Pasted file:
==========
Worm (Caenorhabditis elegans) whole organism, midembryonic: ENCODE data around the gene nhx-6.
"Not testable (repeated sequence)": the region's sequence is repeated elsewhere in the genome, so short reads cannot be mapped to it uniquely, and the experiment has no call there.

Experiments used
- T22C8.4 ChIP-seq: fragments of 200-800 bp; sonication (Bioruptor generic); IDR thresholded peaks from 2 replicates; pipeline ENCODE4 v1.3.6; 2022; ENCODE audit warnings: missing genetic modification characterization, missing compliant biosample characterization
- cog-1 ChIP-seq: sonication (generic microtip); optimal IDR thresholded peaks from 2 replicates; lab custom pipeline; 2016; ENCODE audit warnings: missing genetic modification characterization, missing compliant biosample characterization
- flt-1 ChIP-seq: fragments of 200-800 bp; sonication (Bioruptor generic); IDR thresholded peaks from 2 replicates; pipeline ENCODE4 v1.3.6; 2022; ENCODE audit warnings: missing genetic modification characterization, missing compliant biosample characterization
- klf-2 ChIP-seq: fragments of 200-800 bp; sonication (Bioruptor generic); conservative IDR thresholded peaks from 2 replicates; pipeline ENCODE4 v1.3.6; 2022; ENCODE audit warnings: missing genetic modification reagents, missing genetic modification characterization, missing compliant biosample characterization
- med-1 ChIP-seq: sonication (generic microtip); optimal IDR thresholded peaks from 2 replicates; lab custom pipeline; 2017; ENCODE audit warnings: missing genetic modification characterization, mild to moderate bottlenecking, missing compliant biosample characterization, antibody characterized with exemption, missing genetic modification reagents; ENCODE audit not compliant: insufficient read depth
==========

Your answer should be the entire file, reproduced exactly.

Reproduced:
Worm (Caenorhabditis elegans) whole organism, midembryonic: ENCODE data around the gene nhx-6.
"Not testable (repeated sequence)": the region's sequence is repeated elsewhere in the genome, so short reads cannot be mapped to it uniquely, and the experiment has no call there.

Experiments used
- T22C8.4 ChIP-seq: fragments of 200-800 bp; sonication (Bioruptor generic); IDR thresholded peaks from 2 replicates; pipeline ENCODE4 v1.3.6; 2022; ENCODE audit warnings: missing genetic modification characterization, missing compliant biosample characterization
- cog-1 ChIP-seq: sonication (generic microtip); optimal IDR thresholded peaks from 2 replicates; lab custom pipeline; 2016; ENCODE audit warnings: missing genetic modification characterization, missing compliant biosample characterization
- flt-1 ChIP-seq: fragments of 200-800 bp; sonication (Bioruptor generic); IDR thresholded peaks from 2 replicates; pipeline ENCODE4 v1.3.6; 2022; ENCODE audit warnings: missing genetic modification characterization, missing compliant biosample characterization
- klf-2 ChIP-seq: fragments of 200-800 bp; sonication (Bioruptor generic); conservative IDR thresholded peaks from 2 replicates; pipeline ENCODE4 v1.3.6; 2022; ENCODE audit warnings: missing genetic modification reagents, missing genetic modification characterization, missing compliant biosample characterization
- med-1 ChIP-seq: sonication (generic microtip); optimal IDR thresholded peaks from 2 replicates; lab custom pipeline; 2017; ENCODE audit warnings: missing genetic modification characterization, mild to moderate bottlenecking, missing compliant biosample characterization, antibody characterized with exemption, missing genetic modification reagents; ENCODE audit not compliant: insufficient read depth